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Only structural changes will significantly lessen community distrust of police

Policing practices and police culture in the Twin Cities need to change. Removing one or two “bad apples” isn’t the solution.

In the wake of the Ferguson protests, the Black Lives Matter movement has become an increasingly significant political force in the United States. In cities across the country, hundreds of thousands of people have followed the leadership of young black activists and organizers and joined them in the streets demanding racial justice and an end to police abuse.

Nationally, police organizations’ responses to the movement for black lives have been disgraceful. In a tone-deaf response to the claim that Black Lives Matter, police have responded with the Blue Lives Matter campaign. This move positions the interests of the black community as necessarily antagonistic to the interests of the police. It assumes that black people and cops are part of a zero-sum conflict. To affirm that black lives matter is, on their logic, to assert that police lives don’t matter. You’re either with Black Lives Matter, or with the cops, but you can’t be both.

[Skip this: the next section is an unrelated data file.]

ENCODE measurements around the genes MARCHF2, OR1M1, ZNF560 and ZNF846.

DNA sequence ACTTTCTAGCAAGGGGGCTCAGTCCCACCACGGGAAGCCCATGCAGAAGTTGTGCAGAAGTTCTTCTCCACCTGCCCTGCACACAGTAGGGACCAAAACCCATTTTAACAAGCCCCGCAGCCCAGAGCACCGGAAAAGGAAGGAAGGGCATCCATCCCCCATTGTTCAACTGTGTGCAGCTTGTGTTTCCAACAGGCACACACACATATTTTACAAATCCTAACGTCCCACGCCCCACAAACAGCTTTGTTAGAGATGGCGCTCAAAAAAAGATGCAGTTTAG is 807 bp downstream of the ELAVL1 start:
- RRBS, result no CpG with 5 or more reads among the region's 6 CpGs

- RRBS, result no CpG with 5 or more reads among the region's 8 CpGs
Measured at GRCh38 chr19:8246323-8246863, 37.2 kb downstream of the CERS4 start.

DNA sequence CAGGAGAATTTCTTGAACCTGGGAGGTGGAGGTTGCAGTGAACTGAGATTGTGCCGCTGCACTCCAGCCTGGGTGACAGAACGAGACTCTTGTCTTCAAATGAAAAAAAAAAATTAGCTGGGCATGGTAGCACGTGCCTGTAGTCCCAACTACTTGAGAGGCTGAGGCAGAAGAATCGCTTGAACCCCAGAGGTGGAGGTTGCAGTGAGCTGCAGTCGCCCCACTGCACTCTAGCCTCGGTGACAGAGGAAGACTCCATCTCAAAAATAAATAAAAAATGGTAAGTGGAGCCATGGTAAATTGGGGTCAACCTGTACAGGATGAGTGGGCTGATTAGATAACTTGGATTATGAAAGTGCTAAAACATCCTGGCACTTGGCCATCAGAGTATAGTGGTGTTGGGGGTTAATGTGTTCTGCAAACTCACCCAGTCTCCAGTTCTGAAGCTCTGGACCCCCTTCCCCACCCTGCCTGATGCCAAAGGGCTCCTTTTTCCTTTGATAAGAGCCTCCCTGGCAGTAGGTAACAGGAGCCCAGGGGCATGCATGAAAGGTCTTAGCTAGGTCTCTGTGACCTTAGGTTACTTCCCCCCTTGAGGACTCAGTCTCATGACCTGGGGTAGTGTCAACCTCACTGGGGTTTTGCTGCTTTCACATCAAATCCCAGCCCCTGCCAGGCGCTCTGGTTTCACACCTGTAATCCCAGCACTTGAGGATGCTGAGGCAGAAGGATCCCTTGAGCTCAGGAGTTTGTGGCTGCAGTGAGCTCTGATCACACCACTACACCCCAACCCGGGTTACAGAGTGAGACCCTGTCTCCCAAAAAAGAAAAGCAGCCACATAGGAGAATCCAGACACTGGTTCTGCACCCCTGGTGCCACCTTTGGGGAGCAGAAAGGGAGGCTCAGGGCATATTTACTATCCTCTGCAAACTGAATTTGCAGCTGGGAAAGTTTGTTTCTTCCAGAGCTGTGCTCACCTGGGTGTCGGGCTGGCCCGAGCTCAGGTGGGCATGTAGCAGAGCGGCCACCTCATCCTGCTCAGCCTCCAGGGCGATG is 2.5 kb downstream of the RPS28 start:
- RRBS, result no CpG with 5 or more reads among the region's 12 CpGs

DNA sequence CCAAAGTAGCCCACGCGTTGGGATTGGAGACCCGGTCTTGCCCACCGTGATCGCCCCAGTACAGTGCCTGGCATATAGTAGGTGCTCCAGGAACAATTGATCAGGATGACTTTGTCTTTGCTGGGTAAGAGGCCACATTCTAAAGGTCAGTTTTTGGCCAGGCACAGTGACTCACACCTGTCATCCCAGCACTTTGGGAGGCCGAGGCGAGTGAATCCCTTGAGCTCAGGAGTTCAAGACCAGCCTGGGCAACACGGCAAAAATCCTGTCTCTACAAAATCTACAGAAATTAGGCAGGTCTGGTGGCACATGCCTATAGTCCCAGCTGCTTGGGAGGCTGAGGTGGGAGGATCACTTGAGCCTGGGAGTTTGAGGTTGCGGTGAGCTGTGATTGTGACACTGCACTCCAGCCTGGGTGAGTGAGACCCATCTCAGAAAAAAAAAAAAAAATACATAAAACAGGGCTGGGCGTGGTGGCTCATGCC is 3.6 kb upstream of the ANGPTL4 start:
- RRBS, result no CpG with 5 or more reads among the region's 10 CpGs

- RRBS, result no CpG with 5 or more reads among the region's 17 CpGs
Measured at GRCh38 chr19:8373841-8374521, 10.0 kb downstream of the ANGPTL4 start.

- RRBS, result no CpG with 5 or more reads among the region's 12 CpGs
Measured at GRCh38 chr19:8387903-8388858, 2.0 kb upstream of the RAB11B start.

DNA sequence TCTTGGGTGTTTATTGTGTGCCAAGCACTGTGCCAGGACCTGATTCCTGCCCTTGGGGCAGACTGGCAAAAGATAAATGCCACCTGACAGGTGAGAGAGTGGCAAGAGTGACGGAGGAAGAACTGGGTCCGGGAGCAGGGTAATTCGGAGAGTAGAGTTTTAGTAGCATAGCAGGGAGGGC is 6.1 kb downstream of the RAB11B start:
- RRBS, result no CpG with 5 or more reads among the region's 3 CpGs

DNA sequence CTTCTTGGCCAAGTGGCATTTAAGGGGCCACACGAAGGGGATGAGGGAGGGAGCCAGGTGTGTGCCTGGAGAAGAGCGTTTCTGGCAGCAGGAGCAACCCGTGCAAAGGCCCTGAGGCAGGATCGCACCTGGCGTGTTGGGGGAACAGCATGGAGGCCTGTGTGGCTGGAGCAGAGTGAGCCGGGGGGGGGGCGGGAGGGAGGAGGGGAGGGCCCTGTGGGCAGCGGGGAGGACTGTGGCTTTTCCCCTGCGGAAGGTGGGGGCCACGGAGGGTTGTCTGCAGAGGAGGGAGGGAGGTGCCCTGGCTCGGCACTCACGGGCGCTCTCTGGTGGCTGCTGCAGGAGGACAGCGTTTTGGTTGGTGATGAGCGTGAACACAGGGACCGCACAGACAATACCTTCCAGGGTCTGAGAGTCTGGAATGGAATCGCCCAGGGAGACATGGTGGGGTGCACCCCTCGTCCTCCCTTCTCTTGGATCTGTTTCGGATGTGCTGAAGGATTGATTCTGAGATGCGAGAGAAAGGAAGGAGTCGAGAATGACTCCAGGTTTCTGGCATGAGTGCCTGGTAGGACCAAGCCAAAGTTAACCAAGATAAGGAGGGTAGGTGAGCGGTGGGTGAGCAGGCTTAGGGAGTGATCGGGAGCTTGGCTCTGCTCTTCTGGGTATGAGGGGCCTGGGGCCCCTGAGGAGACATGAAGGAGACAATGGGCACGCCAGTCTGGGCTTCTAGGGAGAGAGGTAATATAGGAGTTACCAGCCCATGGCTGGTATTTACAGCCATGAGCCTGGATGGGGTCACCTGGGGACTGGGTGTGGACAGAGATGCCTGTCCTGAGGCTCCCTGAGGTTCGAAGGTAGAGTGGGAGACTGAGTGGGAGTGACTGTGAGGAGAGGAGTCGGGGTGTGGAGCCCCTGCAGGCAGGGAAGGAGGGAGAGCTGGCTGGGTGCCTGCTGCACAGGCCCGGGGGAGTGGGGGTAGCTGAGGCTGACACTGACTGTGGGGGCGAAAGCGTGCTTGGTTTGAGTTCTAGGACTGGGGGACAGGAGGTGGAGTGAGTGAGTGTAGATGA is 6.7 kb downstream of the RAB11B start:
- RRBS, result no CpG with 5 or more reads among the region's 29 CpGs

Furthermore, police organizations and some (mostly right-wing) media outlets have interpreted demands for police accountability, civilian review of police misconduct, and an end of state-sanctioned police violence against communities of color as a “war on cops.” The rhetoric of the “war on cops” depends on ignoring overwhelming evidence that physical attacks on police are less likely today than they have been in decades. There has never been a safer time to be a police officer than right now.